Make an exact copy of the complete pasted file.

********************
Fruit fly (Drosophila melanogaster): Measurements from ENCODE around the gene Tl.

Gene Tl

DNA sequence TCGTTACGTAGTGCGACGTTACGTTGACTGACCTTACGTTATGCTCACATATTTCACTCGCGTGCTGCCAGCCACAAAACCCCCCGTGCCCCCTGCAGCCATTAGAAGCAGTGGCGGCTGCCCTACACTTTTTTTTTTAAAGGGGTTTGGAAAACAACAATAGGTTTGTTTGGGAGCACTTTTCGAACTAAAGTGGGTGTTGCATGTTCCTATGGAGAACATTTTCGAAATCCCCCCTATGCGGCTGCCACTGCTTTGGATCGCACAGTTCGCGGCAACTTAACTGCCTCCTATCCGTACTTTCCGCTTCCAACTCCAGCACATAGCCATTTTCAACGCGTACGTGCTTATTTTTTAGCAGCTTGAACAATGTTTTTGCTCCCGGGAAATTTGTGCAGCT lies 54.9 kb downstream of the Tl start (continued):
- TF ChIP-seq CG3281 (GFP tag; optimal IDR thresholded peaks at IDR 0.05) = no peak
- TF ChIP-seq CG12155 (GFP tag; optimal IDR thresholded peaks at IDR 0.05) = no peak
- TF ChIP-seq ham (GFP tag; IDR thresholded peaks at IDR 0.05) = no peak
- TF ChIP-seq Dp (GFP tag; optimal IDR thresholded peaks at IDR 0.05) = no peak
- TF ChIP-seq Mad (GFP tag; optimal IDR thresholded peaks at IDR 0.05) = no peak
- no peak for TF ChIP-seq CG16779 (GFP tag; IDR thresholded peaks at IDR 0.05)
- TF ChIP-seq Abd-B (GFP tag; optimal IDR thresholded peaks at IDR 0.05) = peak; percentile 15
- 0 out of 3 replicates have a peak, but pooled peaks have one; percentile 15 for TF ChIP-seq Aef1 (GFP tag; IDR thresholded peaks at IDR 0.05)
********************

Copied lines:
Fruit fly (Drosophila melanogaster): Measurements from ENCODE around the gene Tl.

Gene Tl

DNA sequence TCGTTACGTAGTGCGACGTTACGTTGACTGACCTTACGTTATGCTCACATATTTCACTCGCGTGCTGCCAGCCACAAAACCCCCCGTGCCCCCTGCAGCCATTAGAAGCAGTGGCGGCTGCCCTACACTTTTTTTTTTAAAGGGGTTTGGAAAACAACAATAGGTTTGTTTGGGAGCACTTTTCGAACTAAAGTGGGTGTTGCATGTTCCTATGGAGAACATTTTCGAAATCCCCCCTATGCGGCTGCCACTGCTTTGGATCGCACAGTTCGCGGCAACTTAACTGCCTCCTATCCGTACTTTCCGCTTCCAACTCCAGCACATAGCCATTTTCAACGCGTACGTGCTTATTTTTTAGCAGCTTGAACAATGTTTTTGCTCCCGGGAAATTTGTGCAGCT lies 54.9 kb downstream of the Tl start (continued):
- TF ChIP-seq CG3281 (GFP tag; optimal IDR thresholded peaks at IDR 0.05) = no peak
- TF ChIP-seq CG12155 (GFP tag; optimal IDR thresholded peaks at IDR 0.05) = no peak
- TF ChIP-seq ham (GFP tag; IDR thresholded peaks at IDR 0.05) = no peak
- TF ChIP-seq Dp (GFP tag; optimal IDR thresholded peaks at IDR 0.05) = no peak
- TF ChIP-seq Mad (GFP tag; optimal IDR thresholded peaks at IDR 0.05) = no peak
- no peak for TF ChIP-seq CG16779 (GFP tag; IDR thresholded peaks at IDR 0.05)
- TF ChIP-seq Abd-B (GFP tag; optimal IDR thresholded peaks at IDR 0.05) = peak; percentile 15
- 0 out of 3 replicates have a peak, but pooled peaks have one; percentile 15 for TF ChIP-seq Aef1 (GFP tag; IDR thresholded peaks at IDR 0.05)